“Tell me a story!”
I’d like to say I don’t tire of this request, but I do, yet I still indulgently comply. As I acquiesce, I look at her and catch her eye and remember why. Because someday she won’t ask. She won’t have the time or the interest. I can tell myself that this isn’t in the realm of possibilities but, it is, yet with many parenting truths our kids put those to test. Our kids are wired differently. Good, bad, doesn’t matter. Just different. Atypical, neurodiverse, neurodivergent…pick your label. Just different.
Either one of them have the potential for many great things and yet their lives will possibly look very different than the average person’s. The truth is, their lives already do but it doesn’t stop them. It’s challenging to live in a world seemingly not meant for them but the trick to not letting it ruin our day is to act as if that isn’t the case and continue on.
We all have seasonal allergies and it hit the kids fairly hard the week before her 8th birthday. Owen’s turned into a sinus infection and Leonora was fighting one. I was faced with canceling her long awaited birthday party. A dear thing for any kid but much more so when that child is being taught outside of school. Some of her friends she rarely sees anymore. I anticipated a meltdown when I broke the news that I was canceling. The response instead knocked me sideways.
She hugged me in relief, “I don’t want a party.”
I had it wrong. I had built it up. I had been anticipating seeing everyone. She wanted to please me and had been playing along. I was giving her what I wanted and not what she wanted or needed.
Suddenly I felt sick to my stomach wondering how many times this has been the case in the past. Some of those moments resulted in her not speaking up when she should. She would rather face harm and danger than disappoint others. I hugged her close.
“Thank you for telling me. I’m sorry I didn’t understand before.”
She looked up at me and smiled with relief, “I like playdates. Just ones where it’s one friend though…I like quiet parties.”
I’m thankful she speaks up now. It’s been a recent development and hard earned. It means being non judgemental, calm, asking constructed open-ended questions, and waiting very patiently. It takes her two to three times longer for her to respond than her neurotypical (NT) peers and sometimes not at all. It can take her weeks, months, or years to process and share. Especially painful events.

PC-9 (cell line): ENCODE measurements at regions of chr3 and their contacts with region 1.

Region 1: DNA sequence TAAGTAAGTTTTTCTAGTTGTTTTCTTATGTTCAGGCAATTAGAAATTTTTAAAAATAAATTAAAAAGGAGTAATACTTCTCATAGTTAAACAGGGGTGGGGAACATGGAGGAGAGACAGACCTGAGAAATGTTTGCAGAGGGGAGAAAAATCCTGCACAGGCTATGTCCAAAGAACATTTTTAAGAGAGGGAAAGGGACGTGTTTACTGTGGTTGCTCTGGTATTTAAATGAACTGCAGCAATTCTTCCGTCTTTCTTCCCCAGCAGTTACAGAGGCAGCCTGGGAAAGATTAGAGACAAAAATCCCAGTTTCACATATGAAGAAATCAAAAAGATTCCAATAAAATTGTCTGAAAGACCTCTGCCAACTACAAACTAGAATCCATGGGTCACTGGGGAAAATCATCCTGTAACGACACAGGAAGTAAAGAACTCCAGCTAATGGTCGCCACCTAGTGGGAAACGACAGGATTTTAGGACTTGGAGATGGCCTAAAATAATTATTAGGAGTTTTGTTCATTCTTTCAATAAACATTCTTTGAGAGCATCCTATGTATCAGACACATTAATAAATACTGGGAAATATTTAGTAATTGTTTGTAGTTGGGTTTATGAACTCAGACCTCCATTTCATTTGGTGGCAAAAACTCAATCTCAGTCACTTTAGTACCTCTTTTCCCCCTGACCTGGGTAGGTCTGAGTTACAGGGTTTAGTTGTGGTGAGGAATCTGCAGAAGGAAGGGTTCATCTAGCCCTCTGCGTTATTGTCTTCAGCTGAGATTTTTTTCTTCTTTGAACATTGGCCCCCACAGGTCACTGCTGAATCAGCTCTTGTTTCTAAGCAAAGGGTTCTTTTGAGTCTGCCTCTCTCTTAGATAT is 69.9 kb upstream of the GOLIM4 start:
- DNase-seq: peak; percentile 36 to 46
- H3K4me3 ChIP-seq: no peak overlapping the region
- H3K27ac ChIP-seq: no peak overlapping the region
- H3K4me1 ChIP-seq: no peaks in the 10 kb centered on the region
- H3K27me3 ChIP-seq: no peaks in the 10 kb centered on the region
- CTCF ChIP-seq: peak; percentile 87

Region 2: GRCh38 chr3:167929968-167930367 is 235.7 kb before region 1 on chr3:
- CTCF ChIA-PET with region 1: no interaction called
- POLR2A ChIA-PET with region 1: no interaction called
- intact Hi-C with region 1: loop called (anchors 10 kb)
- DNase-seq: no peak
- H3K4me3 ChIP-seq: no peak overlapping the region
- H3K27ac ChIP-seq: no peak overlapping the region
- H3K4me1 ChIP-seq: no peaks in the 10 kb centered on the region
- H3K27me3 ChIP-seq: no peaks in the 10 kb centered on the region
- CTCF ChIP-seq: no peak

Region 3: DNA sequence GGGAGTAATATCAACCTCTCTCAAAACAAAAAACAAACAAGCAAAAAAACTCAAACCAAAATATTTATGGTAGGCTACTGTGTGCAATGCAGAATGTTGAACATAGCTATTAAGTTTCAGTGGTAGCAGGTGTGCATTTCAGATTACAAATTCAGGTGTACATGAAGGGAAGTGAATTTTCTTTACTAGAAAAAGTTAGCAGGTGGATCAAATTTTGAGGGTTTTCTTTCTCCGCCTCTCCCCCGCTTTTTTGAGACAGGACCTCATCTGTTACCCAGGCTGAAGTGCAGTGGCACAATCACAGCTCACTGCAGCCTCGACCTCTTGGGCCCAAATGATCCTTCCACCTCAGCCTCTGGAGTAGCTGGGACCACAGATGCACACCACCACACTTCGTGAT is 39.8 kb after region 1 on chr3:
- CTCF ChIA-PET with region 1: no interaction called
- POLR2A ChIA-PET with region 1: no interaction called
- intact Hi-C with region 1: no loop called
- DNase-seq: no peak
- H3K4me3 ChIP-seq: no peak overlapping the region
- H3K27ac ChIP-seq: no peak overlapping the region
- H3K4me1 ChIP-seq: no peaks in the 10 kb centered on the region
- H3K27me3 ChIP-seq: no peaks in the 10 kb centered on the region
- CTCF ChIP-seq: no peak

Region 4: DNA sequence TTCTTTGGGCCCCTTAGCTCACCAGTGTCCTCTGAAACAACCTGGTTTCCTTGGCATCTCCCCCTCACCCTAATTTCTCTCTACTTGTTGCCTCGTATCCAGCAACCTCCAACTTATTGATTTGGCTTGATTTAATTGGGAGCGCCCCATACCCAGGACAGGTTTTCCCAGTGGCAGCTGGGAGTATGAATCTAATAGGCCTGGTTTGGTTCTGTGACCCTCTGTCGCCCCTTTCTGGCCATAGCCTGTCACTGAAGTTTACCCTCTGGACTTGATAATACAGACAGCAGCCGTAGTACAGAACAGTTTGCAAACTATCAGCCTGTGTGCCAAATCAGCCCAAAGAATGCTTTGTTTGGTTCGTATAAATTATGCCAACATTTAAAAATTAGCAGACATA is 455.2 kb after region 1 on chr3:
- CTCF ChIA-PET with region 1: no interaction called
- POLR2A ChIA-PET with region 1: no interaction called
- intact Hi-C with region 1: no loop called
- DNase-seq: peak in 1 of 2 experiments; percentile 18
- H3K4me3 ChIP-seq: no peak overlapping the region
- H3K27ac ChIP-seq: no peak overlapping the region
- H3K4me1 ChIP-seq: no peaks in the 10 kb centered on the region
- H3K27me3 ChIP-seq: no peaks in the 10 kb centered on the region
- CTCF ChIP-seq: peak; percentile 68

She can read at a fifth grade level, complete multiplication and fraction problems, but she doesn’t understand how to socialize at a party or how to maintain a friendship without help.
It’s been a long year again of new discoveries, lessons hard won, and some harsh realizations for each one of us and all of us in our family. Leonora has sailed through them beautifully and thrived with studying at home. School was painful for her last year and we’ve learned from that and continue to recalculate how we teach her based on those lessons.
My hope is that she comes to trust others again. That she makes friends on her own someday and finds the courage to take a risk on being who she wants to be.
I don’t have a time machine nor a magic wand. I can’t undo the damage of the trauma she endured at either public school she attended but I can teach her how to carry on and not let it define her. After all, isn’t that what we all are struggling to do in life?
She amazes me. I look at her and feel speechless at how long each day has felt and how quickly the time has past within a breath.
We’re walking through the zoo on a crisp, spring morning before it fills with tourists, field trips, and play groups. She’s wearing her new coat that she loves, her favorite pink shoes, and she’s officially eight tomorrow. She stumbles over her feet as she turns back to look at me across the empty pathway. It leaves me gasping and biting back tears.
How did this wondrous creature come into my life?
As unlucky as I feel at moments, as grueling as all of the struggles can be these past few years, I am always thankful for these two people that I make these sacrifices for. My rainbow babies. Happy birthday, Leonora.
4 thoughts on “Tell me a story.”
you and family could take part in research .this would help you a great deal.
most peoples views/judgements about Autism are very S
this is beautiful Barbara – hope you are all doing well
Thank you, Mark. Are there any studies in particular?
Thank you, Julie 🙂